Sitting at the heart of Georgetown lies the Georgetown Ministry Center, the neighborhood’s primary provider of daily services for individuals living with homelessness. Although not a full-service shelter, the center offers a variety of critical resources, including a place to shower and wash your clothes, a daily meal, and access to computers, among other services. But this model faced a huge challenge under Covid: how to serve this population while still following the city’s health guidelines?
GMC was founded by a consortium of Georgetown congregations and Georgetown University in 1984. And it operates out of a building adjacent to Grace Episcopal, just off Wisconsin Ave. In normal times, this tight collection of a handful of rooms served as a clubhouse for the approximately 40 individuals who used the center’s services on a routine basis. But its layout is inconsistent with social distancing requirements. Nonetheless, physical changes to the space implemented shortly after the shutdown have allowed the center to continue on, albeit with significantly limited capacity.
The center installed plexiglass partitions between the shower/laundry areas and the food distribution area, which allows for both to be used at the same time. Nonetheless, patrons who were before able to use the showers and laundry multiple times a week now must make a reservation and can only use them once a week. In between each use, the areas are cleaned. (Unfortunately the bathroom is no longer available for use, a significant loss for the patrons.)
A daily meal prepared by Veritas Church on Water St. is still provided. However the patrons cannot eat it at the center, nor can they use the computers.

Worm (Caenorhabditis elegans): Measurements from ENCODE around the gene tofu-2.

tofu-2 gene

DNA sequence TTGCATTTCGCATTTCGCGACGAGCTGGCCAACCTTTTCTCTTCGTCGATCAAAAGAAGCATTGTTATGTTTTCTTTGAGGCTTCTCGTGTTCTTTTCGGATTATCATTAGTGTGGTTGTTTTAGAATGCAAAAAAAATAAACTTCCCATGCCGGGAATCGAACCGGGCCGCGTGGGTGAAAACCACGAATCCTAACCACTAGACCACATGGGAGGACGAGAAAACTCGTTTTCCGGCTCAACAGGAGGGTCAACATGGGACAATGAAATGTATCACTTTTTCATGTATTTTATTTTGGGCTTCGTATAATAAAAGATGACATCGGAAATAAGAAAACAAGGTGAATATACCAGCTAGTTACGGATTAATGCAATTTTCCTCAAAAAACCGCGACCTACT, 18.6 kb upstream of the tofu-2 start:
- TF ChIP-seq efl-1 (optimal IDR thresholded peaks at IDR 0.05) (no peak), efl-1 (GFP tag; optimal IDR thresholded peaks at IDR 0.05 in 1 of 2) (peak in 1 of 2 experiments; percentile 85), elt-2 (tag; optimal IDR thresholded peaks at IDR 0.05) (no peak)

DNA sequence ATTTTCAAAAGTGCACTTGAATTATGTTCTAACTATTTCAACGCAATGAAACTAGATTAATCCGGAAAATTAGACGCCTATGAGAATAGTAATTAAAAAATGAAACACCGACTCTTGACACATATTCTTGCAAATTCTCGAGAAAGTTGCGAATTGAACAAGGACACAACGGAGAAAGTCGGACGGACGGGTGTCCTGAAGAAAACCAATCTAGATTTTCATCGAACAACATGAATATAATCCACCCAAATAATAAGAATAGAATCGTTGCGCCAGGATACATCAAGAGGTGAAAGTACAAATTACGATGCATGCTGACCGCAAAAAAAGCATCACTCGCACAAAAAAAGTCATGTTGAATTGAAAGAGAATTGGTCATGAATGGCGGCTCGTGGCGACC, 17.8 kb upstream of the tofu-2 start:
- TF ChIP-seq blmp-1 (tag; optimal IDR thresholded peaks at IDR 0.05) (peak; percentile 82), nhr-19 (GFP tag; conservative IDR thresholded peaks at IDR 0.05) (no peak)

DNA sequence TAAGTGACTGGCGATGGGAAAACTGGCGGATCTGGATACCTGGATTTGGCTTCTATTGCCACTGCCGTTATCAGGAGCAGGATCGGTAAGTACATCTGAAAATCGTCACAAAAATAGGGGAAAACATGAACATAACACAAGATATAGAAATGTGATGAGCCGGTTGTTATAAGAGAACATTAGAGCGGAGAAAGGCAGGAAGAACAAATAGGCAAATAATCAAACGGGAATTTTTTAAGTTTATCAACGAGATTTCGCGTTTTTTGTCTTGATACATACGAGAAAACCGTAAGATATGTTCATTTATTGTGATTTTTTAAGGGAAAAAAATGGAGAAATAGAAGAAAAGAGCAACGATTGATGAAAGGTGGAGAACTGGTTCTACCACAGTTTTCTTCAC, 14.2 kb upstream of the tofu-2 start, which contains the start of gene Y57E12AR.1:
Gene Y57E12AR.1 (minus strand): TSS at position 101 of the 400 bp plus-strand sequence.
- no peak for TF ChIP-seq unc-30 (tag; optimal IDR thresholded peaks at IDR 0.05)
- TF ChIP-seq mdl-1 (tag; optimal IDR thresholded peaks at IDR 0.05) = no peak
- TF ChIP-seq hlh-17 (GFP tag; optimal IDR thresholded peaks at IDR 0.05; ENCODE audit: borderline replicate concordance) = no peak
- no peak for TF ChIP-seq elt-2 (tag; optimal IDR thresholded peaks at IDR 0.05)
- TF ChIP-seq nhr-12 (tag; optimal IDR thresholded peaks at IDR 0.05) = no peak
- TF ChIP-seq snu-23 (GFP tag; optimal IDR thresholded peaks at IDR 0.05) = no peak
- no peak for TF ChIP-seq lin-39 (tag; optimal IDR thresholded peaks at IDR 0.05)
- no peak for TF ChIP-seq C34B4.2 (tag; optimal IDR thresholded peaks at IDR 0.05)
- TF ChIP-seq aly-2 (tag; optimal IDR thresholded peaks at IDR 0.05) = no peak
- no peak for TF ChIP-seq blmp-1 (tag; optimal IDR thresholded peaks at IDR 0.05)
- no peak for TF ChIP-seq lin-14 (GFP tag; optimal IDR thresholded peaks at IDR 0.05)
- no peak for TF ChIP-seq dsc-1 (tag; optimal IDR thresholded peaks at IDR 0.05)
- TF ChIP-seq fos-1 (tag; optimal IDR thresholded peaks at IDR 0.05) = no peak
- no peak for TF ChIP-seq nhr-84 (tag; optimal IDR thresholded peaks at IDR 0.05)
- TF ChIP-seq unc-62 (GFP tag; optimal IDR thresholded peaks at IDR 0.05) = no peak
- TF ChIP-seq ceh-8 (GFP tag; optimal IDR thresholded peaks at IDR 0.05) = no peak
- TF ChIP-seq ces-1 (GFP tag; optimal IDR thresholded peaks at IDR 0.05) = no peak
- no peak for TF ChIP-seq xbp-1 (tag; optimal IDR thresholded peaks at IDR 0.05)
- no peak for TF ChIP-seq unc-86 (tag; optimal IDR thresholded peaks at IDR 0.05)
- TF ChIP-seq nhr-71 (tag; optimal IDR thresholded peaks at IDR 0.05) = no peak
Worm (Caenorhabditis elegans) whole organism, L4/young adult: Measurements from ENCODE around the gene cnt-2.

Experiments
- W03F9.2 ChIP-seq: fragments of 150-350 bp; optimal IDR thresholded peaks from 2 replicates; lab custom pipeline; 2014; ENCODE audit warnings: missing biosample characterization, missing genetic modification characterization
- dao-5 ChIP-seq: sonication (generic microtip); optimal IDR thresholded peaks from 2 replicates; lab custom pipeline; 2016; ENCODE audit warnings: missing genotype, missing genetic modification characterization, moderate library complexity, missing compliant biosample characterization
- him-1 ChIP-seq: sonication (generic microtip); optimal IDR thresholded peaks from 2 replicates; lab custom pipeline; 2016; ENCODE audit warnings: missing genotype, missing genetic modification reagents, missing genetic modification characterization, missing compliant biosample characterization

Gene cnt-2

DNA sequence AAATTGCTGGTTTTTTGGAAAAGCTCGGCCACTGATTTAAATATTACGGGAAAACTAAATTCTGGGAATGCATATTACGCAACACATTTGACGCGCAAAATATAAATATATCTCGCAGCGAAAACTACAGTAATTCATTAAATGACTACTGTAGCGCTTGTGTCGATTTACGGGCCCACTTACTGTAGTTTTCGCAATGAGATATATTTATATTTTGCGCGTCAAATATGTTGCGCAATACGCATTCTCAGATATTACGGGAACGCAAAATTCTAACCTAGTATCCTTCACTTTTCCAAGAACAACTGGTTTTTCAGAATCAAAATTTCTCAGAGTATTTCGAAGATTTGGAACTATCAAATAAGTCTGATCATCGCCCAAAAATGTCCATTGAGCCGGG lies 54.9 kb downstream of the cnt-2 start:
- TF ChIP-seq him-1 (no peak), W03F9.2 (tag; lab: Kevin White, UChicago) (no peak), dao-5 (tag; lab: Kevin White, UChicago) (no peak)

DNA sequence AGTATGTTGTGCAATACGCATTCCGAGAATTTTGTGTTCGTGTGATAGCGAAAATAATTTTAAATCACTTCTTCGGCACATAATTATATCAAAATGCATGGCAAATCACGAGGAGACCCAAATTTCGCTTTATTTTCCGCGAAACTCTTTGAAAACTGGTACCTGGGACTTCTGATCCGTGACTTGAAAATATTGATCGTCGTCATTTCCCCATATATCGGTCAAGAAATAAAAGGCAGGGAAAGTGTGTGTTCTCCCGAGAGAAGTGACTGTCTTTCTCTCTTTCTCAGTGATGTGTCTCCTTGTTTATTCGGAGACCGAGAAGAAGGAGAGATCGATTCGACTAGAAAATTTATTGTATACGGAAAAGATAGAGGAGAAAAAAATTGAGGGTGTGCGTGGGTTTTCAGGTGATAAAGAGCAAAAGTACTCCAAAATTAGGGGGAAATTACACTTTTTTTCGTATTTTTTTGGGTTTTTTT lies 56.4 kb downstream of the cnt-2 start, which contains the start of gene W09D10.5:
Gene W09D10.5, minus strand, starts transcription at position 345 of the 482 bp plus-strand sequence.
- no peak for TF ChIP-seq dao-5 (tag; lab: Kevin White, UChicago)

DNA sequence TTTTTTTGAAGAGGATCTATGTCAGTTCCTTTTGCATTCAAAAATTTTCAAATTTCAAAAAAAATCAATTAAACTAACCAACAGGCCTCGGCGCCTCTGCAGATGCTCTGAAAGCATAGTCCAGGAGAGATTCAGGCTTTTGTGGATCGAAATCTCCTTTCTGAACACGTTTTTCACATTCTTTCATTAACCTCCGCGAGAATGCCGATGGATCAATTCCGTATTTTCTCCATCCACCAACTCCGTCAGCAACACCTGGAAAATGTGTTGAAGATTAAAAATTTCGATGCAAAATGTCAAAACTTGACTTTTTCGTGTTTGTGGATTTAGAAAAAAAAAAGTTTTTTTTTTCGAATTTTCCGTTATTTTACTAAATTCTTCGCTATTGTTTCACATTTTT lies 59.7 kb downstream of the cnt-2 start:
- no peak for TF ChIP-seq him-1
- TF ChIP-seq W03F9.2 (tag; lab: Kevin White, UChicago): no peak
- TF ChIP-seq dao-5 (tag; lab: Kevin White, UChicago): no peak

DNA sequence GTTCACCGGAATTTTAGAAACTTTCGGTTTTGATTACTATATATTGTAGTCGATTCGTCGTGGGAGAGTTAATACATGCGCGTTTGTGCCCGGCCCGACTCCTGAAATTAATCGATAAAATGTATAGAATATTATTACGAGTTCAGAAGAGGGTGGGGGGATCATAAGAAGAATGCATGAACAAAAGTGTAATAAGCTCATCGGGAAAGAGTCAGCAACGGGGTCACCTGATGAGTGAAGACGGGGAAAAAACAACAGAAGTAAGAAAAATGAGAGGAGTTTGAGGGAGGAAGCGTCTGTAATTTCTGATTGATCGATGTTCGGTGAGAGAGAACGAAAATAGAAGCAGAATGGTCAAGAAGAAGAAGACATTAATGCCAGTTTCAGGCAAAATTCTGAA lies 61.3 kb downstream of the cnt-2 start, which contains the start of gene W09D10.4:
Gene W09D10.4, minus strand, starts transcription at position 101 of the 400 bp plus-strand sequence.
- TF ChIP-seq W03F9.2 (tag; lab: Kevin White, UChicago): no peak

As mentioned above, GMC is not a shelter, but in the winter months it does provide sleeping arrangements for ten individuals each night. The location of the nightly shelter rotates around the member congregations. But that is simply not possible this year.
GMC has taken these steps to continue to serve the entire community of Georgetown. While touring the center GM asked Ron Castaldi, the President of GMC, what he would like the residents of Georgetown to know about the center. And he said emphatically that “we’re here”. He explained that if you have any issues stemming from the homelessness crisis to reach out to them. There is a chance that if there is some individual you have a concern about, GMC might be familiar with them, and could be able to help.
And if you would like to help them, they could certainly use it! Personally GM always includes GMC in his annual CFC giving, and you ought to consider doing the same if you don’t already. Additionally, the annual Taste of Georgetown, which benefits GMC, is not being held this year. But a replacement model, the Taste and Shop of Georgetown, is taking place instead. Spread out over the month of October, shops and restaurants across the neighborhood will offer daily specials and treats, with proceeds benefiting GMC. Participating will help both GMC and the business community, both of which could use your help!